Minni Gupta - Ethnography

Musically Unplugged

The social isolation in the music world


Music has played an undeniably influential role in the lives of our generation. The successful advancement in musical technologies has proven this point over the last two decades. The MTV generation popularized music videos and recognition of popular music through MTV’s Annual Music Video Awards, the Grammy’s and other televised awards created a greater demand for the availability of music beyond records, cassettes and CDs.

Our generation saw the evolution of music’s airtime with radio shows created to filter music according to genre, locality, age group and popularity. Movies like Spice World and documentaries following world famous rock bands created a strong connection between the audience and their performers, allowing listeners to become involved in the lives of their musical idols. Come to think about it – what would a teenager today have known about the impact the Woodstock Music Festival had on the generation of rock and roll if it wasn’t documented in the film Woodstock for music appreciators of today? With these advancements, the musical technologies evolved to create the boom box, portable CD players, and the world-changing iPod generation.

Today, I can plug my headphones into an internet radio program like Pandora, or Slacker Radio on my smart phone and recreate the feeling generations before me experienced as they listened to LPs of The Beatles, The Who, and other similar legendary bands. However, with this connection to a world outside my physical surroundings, I have the option of disconnecting from my physical presence and creating a social isolation for myself. Headphones have made the duality in our lives and given us options in creating relationships unlike those available to any generation before. While this has been an enriching experience, allowing us to appreciate and recreate an individualistic taste in music, it has also impacted our ability to face, literally even, what’s in front of us.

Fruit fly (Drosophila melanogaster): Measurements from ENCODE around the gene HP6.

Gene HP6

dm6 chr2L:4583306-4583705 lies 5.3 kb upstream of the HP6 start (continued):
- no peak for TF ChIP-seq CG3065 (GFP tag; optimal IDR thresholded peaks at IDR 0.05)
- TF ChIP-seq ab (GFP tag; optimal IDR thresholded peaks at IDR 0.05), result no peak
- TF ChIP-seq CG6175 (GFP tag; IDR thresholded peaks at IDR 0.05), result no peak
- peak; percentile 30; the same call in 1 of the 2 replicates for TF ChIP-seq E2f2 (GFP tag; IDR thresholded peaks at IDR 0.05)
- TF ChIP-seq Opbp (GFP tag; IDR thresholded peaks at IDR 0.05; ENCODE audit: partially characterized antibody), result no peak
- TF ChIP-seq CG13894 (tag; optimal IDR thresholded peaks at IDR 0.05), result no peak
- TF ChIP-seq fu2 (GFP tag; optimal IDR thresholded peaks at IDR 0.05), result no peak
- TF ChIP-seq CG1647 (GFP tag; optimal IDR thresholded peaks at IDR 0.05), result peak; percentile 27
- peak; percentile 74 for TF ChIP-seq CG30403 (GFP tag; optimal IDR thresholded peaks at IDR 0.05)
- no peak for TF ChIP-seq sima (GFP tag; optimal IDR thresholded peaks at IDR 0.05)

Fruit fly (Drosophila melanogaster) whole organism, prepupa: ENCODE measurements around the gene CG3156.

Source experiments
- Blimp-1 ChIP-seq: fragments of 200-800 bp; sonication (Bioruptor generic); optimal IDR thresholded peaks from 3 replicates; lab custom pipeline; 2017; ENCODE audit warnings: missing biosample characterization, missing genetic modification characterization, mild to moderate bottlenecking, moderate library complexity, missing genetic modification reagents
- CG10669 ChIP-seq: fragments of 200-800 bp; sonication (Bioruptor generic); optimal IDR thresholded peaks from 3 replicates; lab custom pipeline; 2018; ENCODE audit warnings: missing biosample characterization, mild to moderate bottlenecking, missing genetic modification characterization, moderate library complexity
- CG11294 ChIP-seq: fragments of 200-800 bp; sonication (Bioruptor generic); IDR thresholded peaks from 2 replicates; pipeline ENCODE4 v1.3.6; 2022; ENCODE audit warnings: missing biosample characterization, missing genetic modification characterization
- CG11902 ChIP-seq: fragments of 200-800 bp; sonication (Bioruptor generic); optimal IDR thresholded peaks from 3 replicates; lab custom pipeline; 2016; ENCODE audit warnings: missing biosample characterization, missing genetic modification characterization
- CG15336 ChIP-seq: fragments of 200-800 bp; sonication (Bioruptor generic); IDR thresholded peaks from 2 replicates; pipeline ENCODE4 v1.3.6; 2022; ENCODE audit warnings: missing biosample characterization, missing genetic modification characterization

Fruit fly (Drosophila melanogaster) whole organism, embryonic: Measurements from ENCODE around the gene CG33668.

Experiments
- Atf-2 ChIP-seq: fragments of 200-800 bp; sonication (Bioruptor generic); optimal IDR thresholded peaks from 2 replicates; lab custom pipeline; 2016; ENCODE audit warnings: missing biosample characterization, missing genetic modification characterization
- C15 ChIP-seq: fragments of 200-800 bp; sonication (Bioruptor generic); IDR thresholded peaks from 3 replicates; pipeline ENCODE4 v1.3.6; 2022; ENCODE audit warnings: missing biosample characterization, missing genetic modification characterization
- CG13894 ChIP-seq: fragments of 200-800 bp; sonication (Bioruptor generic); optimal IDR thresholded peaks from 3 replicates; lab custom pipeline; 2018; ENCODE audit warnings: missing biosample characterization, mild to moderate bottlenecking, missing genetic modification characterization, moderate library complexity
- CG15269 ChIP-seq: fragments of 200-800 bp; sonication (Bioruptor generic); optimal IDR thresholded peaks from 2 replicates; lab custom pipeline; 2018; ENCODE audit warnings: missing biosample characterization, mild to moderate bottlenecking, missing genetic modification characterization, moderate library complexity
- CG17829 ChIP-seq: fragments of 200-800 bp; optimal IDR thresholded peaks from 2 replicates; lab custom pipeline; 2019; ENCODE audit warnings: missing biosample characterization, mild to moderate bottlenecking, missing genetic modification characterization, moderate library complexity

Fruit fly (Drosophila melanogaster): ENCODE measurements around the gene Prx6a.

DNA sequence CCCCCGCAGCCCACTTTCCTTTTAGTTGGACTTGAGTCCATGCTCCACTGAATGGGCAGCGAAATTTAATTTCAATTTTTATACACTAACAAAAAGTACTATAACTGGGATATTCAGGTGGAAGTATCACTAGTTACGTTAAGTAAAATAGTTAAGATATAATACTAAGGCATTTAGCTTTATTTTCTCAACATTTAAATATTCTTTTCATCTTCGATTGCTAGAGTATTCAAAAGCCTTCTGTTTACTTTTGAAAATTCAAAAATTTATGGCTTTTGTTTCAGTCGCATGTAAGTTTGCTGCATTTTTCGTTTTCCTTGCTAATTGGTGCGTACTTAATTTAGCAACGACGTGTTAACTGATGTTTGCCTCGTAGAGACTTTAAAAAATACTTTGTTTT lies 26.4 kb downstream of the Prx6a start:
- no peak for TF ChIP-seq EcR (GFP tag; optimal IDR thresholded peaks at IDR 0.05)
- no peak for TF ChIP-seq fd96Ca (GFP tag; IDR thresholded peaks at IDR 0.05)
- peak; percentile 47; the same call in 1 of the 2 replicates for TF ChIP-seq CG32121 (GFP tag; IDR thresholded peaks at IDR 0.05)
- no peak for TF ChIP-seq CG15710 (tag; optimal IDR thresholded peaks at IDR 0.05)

As a beneficiary of this evolution as well as a culprit of this disconnection from my present world, I have set out to explore how much I would remain connected to my musical world once unplugged from it in my daily life.

History of Headphones

I have never appreciated the creation and evolution of headphones till I had to stow them away in the corner of my closet for this assignment. I set out to read and learn about the ingenious innovators behind the creation of this device and understood the influence the media played in creating its’ significance today. From the famous image of John Cusack holding up a blaring stereo to boldly declare his love in Say Anything, to the mind-blasting experience of the 6-footh speakers McCauley Culkin turns up to his father’s disapproval in Michael Jackson’s “Black or White” music video, musical mediums in the late 1980s proved that big was best. Headphones grew popular later in musical evolution with scenes of night clubs and DJs donning Sennheiser headphones set the level of coolness. My first memory of headphones was from the music video for the compilation song from 1985 “We Are the World” as Lionel Ritchie, Stevie Wonder and Tina Turner with other world famous singers sang for Africa with headphones helping them create their music. I was in awe with this technology and wondered how this powerful tool helped create this music.